We looked with interest at the methane pipes protruding from the ground and snaking along the grass amongst the sheep. Apparently we were not to touch them. Fine by me. This was reclaimed land; a wood planted on top of an old dump; something that always fascinated me when I studied arboriculture. Take some bad land, chuck some top-soil on top, plant some trees, and voila – nature reserve. Except that underneath all the greenery the old waste is still farting gently and rumbling ominously. Lancashire Council now burn it to generate electricity.
Roberta started her Orange course at the same time I started my Brown. We squeezed through a metal gate into the wood as if we were passing through some Narnian archway and then went our separate ways. My course was pretty interesting, especially at the fourth control where a congregation of orienteers were noting how interesting it was that the control they were looking for didn’t actually seem to be there. Once we’d all agreed that we were all in the right place, and it was reality that was actually on the blink, we carried on.
All courses had to cross the river, some more than others. Trouble was, the bridges didn’t match the crossing points, so a marshall was on hand with a big stick and a ladder just in case you needed help. Having forded many a river in many a fell race I wasn’t worried but it was a nice touch all the same. I hadn’t got off to a great start so I was contenting myself with running steadily round and taking the time to think about my navigation rather than just hurtling in all the wrong directions. It was turning out to be a really interesting trip out and I crunched through the bluebells and beercans and talked to sunbathing cats as I meandered my way round the course.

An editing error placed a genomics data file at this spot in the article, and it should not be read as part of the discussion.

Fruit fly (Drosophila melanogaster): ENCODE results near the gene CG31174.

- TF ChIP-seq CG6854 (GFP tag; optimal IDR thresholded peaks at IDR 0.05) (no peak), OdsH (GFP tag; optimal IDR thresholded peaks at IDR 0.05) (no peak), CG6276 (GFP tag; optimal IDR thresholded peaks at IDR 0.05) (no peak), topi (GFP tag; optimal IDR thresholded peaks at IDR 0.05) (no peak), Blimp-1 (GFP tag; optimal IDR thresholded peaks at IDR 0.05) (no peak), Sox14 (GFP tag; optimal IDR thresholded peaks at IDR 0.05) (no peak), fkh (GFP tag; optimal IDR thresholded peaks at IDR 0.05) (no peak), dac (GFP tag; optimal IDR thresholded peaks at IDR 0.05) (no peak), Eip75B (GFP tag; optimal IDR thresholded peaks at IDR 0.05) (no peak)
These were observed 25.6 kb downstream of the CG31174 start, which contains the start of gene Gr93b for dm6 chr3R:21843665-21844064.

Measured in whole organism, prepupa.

It was on the last few controls that I had one of my sadly rare cunning plans. Control 26 was on my side of the river, but it was in a bunch of rocks close to the water. These sort of controls can be notoriously difficult to spot. And there was no path this side. Perhaps if I crossed the river to the path on the other side, but no, that would only lead to trouble and feet wetting. But cross I did and ran effortlessly along the good path noting that I was gaining on a couple or runners who had passed me earlier but were now making slow progess on the pathless side. When I spotted the boulder field and instantly saw the control as it was obvious from my side of the river, I really felt as if I’d arrived in smugsville. Back across the river and now only a few seconds behind runners who had previously been minutes ahead. I wish I had more moments like this.
After the remote majesty of yesterday’s Hallin Fell today’s venue was in complete contrast. Grimy and urban but not without its own beauty and still a great place to run.Download file for GPS